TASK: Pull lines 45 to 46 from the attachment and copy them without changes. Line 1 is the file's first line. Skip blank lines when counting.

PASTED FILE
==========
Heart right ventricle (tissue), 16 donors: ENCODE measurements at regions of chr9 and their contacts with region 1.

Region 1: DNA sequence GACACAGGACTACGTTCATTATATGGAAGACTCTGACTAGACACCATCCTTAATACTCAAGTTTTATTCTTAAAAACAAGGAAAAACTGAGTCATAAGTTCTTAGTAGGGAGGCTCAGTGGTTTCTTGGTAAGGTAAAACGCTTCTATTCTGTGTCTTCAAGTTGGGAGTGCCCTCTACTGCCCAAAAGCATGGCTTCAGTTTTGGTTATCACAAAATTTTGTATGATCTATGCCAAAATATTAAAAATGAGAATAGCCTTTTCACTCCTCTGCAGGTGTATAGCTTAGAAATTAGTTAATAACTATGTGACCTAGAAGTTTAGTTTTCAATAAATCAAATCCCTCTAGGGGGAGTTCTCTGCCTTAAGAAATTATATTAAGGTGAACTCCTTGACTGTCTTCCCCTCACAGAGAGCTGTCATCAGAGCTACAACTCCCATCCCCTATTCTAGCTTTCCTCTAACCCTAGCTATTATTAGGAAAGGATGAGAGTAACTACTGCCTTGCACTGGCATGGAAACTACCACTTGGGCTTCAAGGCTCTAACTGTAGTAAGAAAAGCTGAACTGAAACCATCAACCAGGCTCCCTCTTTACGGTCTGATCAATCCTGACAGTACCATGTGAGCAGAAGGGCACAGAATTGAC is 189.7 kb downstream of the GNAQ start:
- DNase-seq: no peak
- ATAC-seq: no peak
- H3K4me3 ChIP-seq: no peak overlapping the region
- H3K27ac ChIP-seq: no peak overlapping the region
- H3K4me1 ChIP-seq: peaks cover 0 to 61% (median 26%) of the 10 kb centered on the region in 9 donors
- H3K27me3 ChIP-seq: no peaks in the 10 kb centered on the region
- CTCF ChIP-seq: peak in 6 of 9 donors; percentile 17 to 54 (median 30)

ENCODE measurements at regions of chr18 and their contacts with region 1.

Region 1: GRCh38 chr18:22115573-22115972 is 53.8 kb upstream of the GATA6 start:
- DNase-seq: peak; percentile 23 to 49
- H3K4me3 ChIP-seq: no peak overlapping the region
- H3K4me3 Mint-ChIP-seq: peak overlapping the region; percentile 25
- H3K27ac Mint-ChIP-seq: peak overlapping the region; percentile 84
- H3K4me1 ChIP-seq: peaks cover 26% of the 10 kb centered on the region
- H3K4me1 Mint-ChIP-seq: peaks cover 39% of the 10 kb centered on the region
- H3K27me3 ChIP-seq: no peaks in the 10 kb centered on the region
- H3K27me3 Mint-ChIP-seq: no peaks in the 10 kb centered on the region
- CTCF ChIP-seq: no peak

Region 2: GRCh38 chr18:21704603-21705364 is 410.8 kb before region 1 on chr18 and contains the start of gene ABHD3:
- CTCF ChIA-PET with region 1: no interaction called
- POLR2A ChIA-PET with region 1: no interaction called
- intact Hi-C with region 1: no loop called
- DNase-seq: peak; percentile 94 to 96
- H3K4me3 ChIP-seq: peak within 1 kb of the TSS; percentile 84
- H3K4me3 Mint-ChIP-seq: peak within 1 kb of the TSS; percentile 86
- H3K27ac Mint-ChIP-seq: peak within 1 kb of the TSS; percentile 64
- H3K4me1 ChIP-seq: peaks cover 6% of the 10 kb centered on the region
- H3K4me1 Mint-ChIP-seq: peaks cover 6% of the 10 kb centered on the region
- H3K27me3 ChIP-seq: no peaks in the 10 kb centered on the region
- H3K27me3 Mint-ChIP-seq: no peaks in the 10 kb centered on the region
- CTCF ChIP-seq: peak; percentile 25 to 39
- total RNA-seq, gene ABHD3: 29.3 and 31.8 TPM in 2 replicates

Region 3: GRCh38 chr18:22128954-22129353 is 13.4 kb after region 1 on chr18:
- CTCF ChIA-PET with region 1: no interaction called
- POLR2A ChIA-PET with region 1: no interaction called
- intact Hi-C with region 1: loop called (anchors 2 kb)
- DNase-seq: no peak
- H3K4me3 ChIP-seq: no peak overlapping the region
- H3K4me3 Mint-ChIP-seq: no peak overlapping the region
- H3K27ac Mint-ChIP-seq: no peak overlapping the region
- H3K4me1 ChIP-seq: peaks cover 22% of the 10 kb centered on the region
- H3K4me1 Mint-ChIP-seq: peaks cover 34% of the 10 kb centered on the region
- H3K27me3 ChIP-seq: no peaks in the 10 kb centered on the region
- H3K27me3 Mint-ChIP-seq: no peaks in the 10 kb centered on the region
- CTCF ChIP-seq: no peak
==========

- H3K27me3 ChIP-seq: no peaks in the 10 kb centered on the region
- H3K27me3 Mint-ChIP-seq: no peaks in the 10 kb centered on the region